For diagram of Non-Mevalonate terpenoid biosynthesis, click here
Other name(s): 4-hydroxy-3-methylbut-2-en-1-yl diphosphate synthase (ambiguous); (E)-4-hydroxy-3-methylbut-2-en-1-yl-diphosphate:protein-disulfide oxidoreductase (hydrating) (incorrect); (E)-4-hydroxy-3-methylbut-2-enyl diphosphate synthase (ambiguous); gcpE (gene name); ISPG (gene name); (E)-4-hydroxy-3-methylbut-2-enyl-diphosphate synthase
Systematic name: (E)-4-hydroxy-3-methylbut-2-en-1-yl-diphosphate:oxidized ferredoxin oxidoreductase
Comments: An iron-sulfur protein found in plant chloroplasts and cyanobacteria that contains a [4Fe-4S] cluster [1]. Forms part of an alternative non-mevalonate pathway for isoprenoid biosynthesis. Bacteria have a similar enzyme that uses flavodoxin rather than ferredoxin (cf. EC 1.17.7.3). The enzyme from the plant Arabidopsis thaliana is active with photoreduced 5-deazaflavin but not with flavodoxin [1].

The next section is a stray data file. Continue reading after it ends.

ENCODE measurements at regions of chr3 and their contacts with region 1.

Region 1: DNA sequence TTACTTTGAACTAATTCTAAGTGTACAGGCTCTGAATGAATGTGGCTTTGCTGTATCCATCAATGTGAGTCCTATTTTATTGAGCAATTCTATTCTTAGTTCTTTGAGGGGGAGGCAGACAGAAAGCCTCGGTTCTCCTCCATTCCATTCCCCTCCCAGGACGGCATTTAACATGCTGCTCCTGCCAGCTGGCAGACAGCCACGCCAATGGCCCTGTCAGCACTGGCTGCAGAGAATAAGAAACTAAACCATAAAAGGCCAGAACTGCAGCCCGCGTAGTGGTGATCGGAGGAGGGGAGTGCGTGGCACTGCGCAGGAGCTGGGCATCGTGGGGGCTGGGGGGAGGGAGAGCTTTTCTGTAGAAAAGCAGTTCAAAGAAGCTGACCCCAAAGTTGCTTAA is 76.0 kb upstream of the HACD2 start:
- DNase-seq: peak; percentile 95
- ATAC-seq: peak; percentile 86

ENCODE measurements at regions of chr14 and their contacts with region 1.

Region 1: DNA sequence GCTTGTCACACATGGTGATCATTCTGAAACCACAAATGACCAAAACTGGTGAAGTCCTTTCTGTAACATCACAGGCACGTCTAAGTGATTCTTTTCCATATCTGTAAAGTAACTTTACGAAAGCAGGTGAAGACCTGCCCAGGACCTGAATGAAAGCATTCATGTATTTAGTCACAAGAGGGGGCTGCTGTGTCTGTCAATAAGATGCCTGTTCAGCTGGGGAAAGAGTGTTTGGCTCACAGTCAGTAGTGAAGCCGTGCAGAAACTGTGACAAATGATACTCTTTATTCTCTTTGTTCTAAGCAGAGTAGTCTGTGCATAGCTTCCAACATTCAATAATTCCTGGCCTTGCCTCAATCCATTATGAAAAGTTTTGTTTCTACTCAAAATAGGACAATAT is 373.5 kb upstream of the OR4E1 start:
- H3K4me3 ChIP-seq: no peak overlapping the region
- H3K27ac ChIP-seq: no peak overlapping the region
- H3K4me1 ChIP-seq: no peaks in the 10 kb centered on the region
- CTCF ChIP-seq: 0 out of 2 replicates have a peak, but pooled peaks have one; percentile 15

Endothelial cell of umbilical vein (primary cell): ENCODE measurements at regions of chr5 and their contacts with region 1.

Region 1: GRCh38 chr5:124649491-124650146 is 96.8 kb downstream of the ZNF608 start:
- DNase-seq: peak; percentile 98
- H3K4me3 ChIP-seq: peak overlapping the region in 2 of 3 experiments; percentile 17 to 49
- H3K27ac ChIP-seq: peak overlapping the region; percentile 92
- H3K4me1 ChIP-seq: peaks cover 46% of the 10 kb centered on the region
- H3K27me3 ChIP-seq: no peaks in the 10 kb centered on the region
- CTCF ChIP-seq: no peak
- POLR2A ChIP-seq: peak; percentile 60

Links to other databases: BRENDA, EXPASY, IUBMB, KEGG, PDB
References:
1.  Okada, K. and Hase, T. Cyanobacterial non-mevalonate pathway: (E)-4-hydroxy-3-methylbut-2-enyl diphosphate synthase interacts with ferredoxin in Thermosynechococcus elongatus BP-1. J. Biol. Chem. 280 (2005) 20672–20679. [PMID: 15792953]
2.  Seemann, M., Wegner, P., Schünemann, V., Tse Sum Bui, B., Wolff, M., Marquet, A., Trautwein, A.X. and Rohmer, M. Isoprenoid biosynthesis in chloroplasts via the methylerythritol phosphate pathway: the (E)-4-hydroxy-3-methylbut-2-enyl diphosphate synthase (GcpE) from Arabidopsis thaliana is a [4Fe-4S] protein. J. Biol. Inorg. Chem. 10 (2005) 131–137. [PMID: 15650872]
3.  Seemann, M., Tse Sum Bui, B., Wolff, M., Tritsch, D., Campos, N., Boronat, A., Marquet, A. and Rohmer, M. Isoprenoid biosynthesis through the methylerythritol phosphate pathway: the (E)-4-hydroxy-3-methylbut-2-enyl diphosphate synthase (GcpE) is a [4Fe-4S] protein. Angew. Chem. Int. Ed. Engl. 41 (2002) 4337–4339. [PMID: 12434382]